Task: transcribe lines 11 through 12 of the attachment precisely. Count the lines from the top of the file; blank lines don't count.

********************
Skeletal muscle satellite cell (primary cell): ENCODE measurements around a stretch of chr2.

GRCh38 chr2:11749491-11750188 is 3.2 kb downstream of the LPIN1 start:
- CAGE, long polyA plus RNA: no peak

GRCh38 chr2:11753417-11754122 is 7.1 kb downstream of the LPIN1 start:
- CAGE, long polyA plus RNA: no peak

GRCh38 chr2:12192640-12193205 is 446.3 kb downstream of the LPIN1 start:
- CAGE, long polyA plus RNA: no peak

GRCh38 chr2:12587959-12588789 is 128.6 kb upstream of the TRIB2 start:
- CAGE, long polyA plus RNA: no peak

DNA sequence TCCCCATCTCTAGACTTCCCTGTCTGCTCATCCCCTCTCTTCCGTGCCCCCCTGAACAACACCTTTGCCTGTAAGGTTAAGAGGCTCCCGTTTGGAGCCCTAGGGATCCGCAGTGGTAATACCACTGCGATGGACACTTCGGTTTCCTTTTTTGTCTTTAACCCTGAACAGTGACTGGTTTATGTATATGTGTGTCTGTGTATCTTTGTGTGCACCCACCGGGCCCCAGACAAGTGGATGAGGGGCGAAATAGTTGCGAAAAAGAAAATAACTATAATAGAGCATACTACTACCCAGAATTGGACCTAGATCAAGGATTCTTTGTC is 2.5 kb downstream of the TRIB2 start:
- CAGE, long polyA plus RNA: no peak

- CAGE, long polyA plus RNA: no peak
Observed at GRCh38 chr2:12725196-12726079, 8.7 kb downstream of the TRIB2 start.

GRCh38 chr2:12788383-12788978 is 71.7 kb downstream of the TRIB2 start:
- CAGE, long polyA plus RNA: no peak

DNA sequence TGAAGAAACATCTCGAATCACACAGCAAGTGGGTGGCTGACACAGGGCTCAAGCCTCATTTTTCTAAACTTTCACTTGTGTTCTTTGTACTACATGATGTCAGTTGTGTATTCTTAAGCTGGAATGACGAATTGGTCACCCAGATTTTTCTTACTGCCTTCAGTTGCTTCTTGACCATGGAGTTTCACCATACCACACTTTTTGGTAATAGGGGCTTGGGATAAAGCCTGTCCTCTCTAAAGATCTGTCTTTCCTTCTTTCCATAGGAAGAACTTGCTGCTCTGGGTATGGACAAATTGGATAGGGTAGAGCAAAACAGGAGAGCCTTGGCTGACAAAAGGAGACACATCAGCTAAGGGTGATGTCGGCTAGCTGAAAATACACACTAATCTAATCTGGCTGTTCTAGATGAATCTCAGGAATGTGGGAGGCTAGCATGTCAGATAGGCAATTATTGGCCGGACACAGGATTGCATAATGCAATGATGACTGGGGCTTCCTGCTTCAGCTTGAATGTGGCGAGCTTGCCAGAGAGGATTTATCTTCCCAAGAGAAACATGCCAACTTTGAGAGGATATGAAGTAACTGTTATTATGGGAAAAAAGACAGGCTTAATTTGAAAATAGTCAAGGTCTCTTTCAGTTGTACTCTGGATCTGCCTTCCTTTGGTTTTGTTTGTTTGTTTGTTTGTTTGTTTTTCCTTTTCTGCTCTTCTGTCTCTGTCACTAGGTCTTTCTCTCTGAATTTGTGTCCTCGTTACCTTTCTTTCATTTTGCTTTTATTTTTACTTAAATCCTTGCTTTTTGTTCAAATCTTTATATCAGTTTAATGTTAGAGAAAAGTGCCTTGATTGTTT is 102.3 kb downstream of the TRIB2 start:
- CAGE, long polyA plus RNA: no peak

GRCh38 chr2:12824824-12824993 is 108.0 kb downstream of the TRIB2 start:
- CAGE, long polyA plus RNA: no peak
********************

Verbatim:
- CAGE, long polyA plus RNA: no peak

- CAGE, long polyA plus RNA: no peak